Hastings and the tale of the "self-righting lifeboat"
Hastings historian David Renno is in print with James Beeching of Hastings and the Self-Righting Lifeboat.
It is available in Hastings from the History House, Courthouse Street, the Fishermen’s Museum, Rock-a-nore Road or at www.hastingslocalbooks.com.
David explains: “James Beeching was born in 1788 into a local Bexhill smuggling family and was the youngest of seven children.
“It is perhaps not surprising having been born into this environment his attention in later life turned to boats and boat building. He learnt his trade with a Hastings boat builder and eventually had his own very successful boat yard on the town’s beach with partner John Gallop until 1814.
“Three years later Beeching left the country with his wife and family and made a new life in Vlissingen, Holland and created another very successful boat yard. He was there for seven years before returning to the UK with his family in 1824 and settled in Great Yarmouth, Norfolk, where he again started up yet another successful boat yard. During the mid-19th century the number of lives being lost at sea around our coasts was rising considerably and in 1850 there was believed to be 784 lives lost from 681 shipwrecks. It was this statistic that prompted the 4th Duke of Northumberland to sponsor a competition the following year, to find the best lifeboat design.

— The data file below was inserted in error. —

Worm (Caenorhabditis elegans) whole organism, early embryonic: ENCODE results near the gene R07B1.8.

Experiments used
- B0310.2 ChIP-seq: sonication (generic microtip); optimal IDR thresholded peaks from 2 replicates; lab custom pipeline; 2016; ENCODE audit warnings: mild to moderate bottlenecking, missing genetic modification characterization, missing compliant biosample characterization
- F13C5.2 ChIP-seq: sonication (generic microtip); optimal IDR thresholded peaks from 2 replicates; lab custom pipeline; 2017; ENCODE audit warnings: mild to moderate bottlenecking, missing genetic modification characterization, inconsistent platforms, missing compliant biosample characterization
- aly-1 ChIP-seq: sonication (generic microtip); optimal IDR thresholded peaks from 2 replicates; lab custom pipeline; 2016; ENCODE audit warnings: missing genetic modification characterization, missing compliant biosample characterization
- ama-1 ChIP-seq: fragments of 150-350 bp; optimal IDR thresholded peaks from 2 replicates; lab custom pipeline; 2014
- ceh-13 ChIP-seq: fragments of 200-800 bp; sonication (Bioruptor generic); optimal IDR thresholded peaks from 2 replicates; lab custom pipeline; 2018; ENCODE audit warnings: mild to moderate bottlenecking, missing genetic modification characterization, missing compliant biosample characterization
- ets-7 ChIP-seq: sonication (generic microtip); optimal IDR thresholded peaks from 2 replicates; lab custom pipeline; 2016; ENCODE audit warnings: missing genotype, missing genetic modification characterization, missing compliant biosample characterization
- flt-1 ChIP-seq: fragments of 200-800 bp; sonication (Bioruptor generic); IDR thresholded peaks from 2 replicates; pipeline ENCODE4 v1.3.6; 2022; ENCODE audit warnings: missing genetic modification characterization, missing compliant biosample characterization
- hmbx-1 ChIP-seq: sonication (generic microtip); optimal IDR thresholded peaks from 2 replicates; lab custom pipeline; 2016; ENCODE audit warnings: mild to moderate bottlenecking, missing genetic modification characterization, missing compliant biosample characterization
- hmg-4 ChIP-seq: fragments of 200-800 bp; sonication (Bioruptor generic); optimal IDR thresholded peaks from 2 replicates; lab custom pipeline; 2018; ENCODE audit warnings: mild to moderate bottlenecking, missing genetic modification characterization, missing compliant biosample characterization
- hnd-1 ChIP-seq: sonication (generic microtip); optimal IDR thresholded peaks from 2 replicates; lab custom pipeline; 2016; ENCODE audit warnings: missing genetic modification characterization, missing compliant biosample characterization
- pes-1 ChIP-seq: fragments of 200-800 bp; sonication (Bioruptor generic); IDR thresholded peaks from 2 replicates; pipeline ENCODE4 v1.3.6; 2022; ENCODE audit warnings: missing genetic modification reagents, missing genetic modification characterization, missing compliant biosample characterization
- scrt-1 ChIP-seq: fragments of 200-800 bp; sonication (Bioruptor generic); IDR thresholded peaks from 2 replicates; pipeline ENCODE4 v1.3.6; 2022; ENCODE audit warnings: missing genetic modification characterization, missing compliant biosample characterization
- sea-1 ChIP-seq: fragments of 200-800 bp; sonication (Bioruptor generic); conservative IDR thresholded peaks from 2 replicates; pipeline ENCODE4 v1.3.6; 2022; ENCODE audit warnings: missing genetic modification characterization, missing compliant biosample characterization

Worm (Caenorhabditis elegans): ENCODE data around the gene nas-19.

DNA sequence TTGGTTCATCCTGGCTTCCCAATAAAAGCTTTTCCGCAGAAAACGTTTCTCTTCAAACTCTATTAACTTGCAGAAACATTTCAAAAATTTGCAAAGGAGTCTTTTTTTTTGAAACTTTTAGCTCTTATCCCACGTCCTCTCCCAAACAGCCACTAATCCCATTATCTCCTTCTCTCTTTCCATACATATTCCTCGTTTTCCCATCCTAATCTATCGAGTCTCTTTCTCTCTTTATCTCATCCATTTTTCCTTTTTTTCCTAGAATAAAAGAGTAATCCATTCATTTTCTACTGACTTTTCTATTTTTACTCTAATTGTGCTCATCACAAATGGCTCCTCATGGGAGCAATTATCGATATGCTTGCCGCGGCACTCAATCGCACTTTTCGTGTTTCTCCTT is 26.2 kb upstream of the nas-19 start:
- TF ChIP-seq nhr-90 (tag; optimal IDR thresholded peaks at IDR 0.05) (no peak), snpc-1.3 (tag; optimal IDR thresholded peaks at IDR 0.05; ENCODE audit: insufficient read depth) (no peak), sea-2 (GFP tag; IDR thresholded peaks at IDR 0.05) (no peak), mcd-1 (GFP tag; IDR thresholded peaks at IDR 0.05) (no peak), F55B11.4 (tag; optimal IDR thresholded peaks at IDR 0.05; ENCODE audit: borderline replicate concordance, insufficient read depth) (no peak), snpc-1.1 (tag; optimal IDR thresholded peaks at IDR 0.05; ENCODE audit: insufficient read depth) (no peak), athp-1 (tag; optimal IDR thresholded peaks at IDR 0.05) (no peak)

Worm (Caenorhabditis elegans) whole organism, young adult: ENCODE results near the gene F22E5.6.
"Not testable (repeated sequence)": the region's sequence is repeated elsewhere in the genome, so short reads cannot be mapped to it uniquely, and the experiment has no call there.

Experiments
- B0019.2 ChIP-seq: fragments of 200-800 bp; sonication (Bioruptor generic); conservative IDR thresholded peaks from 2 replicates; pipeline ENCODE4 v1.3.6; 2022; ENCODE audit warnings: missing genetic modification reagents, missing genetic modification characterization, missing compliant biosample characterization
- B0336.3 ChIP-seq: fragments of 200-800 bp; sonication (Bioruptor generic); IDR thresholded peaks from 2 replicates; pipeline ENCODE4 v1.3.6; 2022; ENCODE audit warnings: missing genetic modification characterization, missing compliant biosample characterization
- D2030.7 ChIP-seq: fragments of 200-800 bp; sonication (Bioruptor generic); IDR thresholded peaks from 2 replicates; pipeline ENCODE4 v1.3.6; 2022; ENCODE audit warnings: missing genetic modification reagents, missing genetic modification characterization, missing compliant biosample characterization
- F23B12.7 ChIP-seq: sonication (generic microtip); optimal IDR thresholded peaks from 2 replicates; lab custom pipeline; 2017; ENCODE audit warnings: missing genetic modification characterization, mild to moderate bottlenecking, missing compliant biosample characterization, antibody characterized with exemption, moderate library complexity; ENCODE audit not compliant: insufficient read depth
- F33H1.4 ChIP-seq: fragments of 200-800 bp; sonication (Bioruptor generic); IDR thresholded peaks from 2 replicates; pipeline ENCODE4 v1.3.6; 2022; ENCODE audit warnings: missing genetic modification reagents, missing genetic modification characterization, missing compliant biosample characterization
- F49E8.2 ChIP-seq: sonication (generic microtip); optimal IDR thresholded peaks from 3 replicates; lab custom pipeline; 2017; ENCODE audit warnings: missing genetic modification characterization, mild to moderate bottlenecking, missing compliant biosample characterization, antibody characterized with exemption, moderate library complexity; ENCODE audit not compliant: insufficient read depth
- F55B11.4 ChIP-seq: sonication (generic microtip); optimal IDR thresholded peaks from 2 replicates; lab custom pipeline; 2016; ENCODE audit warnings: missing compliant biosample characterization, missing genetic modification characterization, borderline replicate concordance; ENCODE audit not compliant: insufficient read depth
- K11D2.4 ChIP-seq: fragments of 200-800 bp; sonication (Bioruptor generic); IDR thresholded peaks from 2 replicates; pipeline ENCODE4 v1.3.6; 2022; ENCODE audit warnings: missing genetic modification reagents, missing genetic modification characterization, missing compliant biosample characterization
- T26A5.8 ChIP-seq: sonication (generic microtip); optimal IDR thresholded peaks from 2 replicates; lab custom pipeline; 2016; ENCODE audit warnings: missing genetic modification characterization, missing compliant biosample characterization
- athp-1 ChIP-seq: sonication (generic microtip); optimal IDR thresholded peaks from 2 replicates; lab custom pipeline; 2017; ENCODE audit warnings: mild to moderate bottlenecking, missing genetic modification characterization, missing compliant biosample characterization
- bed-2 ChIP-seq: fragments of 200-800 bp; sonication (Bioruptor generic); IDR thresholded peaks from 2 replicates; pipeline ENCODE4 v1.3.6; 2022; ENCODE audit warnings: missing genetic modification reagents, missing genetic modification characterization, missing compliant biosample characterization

“One of the competition’s terms was the lifeboat had to have the ability to self-right. James Beeching submitted a design and was deemed the winner from the two hundred and eighty entries from around the world and claimed the prize of one hundred guineas (£105).
“Beeching’s first lifeboat, built to his design, was named the Northumberland after the competition sponsor and was stationed at Ramsgate, Kent for 14 years. Beeching of course was not the only designer/builder of lifeboats but this book is about him and records the numerous boats and lifeboats he and his family built during a century of boat building.
“The book also refers to lifeboat designers that preceded Beeching.”